After a blistering start on offense that saw the San Francisco Giants briefly sustain run production exceeding six runs per game, their bats have gone mostly quiet, causing fans to blame hitting coach Hensley Muelens. The Giants’ recent 12-run outburst in a much needed win at Coors Field might not have been an anomaly, but one game won’t spell the team-wide slump San Francisco has endured over the past two weeks.
The Giants needed a confidence booster on the road at high altitude after dropping four of their first five games during their second trip of the season. San Francisco had scored an atrociously unacceptable ten runs in the six games leading up to their 12-run explosion, dropping five games in the process. The offensive woes plaguing San Francisco during that stretch of games was eerily similar to what the team endured in 2013, when they suffered their first losing season since 2008.
Aside from lead-off hitter Angel Pagan, slugging first baseman Brandon Belt and power-hitting outfielder Michael Morse, the Giants have been pitiful at the plate. Five of the Giants’ eight everyday players have posted averages of .258 or worse, including 2012 MVP Buster Posey (.229) and 2012 World Series MVP Pablo Sandoval (.165). Neither player appears close to figuring it out at the dish, prompting angry Giants fans to point the finger at Muelens.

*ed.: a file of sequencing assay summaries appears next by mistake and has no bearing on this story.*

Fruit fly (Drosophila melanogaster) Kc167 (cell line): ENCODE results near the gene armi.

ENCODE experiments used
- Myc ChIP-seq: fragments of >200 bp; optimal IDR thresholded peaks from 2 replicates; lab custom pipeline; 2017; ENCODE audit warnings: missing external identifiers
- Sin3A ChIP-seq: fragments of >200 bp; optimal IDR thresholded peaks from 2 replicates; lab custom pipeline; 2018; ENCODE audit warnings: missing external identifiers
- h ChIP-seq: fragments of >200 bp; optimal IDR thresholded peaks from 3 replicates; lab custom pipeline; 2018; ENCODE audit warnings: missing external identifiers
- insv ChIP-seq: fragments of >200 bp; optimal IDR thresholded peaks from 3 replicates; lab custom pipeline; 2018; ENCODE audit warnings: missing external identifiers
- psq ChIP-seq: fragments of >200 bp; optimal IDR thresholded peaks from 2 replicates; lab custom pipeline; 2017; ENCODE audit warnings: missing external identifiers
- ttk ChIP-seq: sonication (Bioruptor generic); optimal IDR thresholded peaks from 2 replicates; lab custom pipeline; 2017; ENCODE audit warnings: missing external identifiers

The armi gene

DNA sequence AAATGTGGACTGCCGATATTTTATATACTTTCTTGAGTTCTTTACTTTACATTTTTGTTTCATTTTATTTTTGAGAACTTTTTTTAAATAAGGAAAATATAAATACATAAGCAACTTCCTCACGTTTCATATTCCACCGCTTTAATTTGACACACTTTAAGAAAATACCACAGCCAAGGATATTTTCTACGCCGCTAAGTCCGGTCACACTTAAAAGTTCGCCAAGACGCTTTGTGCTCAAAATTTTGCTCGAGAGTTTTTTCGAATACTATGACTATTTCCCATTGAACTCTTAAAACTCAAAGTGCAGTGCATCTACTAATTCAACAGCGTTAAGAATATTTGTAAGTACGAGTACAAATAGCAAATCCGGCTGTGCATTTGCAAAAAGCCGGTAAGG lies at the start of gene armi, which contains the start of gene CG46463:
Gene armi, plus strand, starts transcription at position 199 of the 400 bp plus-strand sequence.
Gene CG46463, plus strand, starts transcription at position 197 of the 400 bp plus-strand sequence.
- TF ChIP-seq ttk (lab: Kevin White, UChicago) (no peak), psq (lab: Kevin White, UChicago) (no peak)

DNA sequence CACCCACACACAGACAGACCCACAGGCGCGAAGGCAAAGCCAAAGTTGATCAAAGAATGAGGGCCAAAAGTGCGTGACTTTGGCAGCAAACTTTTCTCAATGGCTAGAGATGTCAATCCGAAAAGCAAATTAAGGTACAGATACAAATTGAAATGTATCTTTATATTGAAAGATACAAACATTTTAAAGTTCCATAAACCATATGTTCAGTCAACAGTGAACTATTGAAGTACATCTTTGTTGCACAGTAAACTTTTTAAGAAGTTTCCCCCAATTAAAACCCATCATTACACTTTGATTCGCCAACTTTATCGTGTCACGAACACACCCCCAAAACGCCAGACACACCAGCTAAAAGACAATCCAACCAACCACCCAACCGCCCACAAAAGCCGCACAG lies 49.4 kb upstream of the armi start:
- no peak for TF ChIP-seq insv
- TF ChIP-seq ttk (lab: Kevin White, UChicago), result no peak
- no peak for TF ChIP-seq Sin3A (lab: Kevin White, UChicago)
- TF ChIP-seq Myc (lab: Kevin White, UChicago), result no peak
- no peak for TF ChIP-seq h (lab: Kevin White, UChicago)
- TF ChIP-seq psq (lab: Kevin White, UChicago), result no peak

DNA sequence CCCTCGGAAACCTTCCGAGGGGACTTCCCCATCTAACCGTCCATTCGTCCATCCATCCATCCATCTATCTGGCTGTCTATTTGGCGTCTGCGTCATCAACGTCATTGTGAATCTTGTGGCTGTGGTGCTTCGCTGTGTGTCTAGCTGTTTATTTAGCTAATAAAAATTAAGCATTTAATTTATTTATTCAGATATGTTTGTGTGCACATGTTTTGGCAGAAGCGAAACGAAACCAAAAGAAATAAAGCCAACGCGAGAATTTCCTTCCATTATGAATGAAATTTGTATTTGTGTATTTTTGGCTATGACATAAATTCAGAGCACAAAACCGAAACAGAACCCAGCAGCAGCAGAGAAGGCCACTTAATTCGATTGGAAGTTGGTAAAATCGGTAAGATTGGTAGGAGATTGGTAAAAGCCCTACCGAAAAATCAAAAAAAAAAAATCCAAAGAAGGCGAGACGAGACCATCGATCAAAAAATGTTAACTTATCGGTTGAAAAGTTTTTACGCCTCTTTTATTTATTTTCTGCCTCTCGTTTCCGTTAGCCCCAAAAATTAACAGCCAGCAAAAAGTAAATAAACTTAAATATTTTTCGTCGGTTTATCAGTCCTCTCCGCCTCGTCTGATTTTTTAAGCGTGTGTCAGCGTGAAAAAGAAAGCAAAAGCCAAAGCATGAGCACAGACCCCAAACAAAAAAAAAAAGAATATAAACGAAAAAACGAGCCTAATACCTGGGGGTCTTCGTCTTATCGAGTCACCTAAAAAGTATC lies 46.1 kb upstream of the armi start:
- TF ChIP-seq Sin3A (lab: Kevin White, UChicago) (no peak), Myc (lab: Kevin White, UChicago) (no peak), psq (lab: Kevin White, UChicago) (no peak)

At the professional level of baseball, the impact of hitting coaches is marginal at best. Big league players ascend to the highest level of competition in their sport for good reason: Their mechanics have been honed to the point of being able to sustain success over the long-haul of a 162-game season. While coaches certainly play a big part in helping younger players develop their skill sets, they are not responsible for maintaining player success at the big league level. That responsibility falls right where the bat does: squarely on a player’s shoulder.
The fact that Giants fans continuously blame Muelens for ugly team-wide slumps signifies a lack of intelligence within a segment of the fanbase. San Francisco boasts one of the most knowledgeable baseball fanbases in the nation, but callers on local radio sports talk shows seem to think that firing Muelens and hiring Barry Bonds is somehow going to turn erratic-hitting shortstop Brandon Crawford into a perennial .300 hitter. That sentiment is simply misguided.
Slumps are part of the game. Unfortunately for the Giants, this band of former misfits has become prone to going cold as a unit. Hitting is contagious, though. The Giants’ recent 12-run outburst in a hitter-friendly ballpark was exactly what the doctor ordered for their slumping lineup. At the same time, it would be foolish to think San Francisco is going to suddenly start bashing five home runs per game. The Giants have been terrible as of late, but they’re just one-half game out of first place in the NL West.